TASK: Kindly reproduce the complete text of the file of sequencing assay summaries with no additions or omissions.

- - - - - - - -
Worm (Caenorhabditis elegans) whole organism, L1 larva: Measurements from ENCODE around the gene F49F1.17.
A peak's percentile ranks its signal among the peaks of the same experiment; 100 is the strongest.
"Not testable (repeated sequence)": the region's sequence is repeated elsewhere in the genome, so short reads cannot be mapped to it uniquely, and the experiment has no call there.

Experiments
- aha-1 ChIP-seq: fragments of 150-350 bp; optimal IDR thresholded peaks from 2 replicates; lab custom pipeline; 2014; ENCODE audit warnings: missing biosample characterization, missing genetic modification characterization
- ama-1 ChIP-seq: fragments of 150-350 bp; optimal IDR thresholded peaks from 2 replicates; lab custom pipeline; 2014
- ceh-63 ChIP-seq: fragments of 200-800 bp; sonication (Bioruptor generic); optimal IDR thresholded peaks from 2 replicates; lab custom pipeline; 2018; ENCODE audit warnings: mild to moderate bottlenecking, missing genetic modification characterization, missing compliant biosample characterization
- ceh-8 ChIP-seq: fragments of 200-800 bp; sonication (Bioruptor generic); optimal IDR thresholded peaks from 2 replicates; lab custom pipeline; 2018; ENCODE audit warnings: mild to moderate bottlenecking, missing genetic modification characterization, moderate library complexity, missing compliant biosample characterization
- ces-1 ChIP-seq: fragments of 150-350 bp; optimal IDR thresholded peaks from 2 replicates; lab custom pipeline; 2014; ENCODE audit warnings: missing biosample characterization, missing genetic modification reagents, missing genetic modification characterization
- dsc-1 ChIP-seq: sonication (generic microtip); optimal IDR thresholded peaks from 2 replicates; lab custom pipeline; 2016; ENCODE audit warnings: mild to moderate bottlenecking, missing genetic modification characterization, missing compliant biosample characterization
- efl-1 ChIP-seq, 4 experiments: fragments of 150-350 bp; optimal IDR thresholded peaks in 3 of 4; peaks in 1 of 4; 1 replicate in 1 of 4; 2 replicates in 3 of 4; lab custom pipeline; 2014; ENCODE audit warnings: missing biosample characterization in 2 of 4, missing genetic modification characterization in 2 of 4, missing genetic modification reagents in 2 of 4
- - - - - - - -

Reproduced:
Worm (Caenorhabditis elegans) whole organism, L1 larva: Measurements from ENCODE around the gene F49F1.17.
A peak's percentile ranks its signal among the peaks of the same experiment; 100 is the strongest.
"Not testable (repeated sequence)": the region's sequence is repeated elsewhere in the genome, so short reads cannot be mapped to it uniquely, and the experiment has no call there.

Experiments
- aha-1 ChIP-seq: fragments of 150-350 bp; optimal IDR thresholded peaks from 2 replicates; lab custom pipeline; 2014; ENCODE audit warnings: missing biosample characterization, missing genetic modification characterization
- ama-1 ChIP-seq: fragments of 150-350 bp; optimal IDR thresholded peaks from 2 replicates; lab custom pipeline; 2014
- ceh-63 ChIP-seq: fragments of 200-800 bp; sonication (Bioruptor generic); optimal IDR thresholded peaks from 2 replicates; lab custom pipeline; 2018; ENCODE audit warnings: mild to moderate bottlenecking, missing genetic modification characterization, missing compliant biosample characterization
- ceh-8 ChIP-seq: fragments of 200-800 bp; sonication (Bioruptor generic); optimal IDR thresholded peaks from 2 replicates; lab custom pipeline; 2018; ENCODE audit warnings: mild to moderate bottlenecking, missing genetic modification characterization, moderate library complexity, missing compliant biosample characterization
- ces-1 ChIP-seq: fragments of 150-350 bp; optimal IDR thresholded peaks from 2 replicates; lab custom pipeline; 2014; ENCODE audit warnings: missing biosample characterization, missing genetic modification reagents, missing genetic modification characterization
- dsc-1 ChIP-seq: sonication (generic microtip); optimal IDR thresholded peaks from 2 replicates; lab custom pipeline; 2016; ENCODE audit warnings: mild to moderate bottlenecking, missing genetic modification characterization, missing compliant biosample characterization
- efl-1 ChIP-seq, 4 experiments: fragments of 150-350 bp; optimal IDR thresholded peaks in 3 of 4; peaks in 1 of 4; 1 replicate in 1 of 4; 2 replicates in 3 of 4; lab custom pipeline; 2014; ENCODE audit warnings: missing biosample characterization in 2 of 4, missing genetic modification characterization in 2 of 4, missing genetic modification reagents in 2 of 4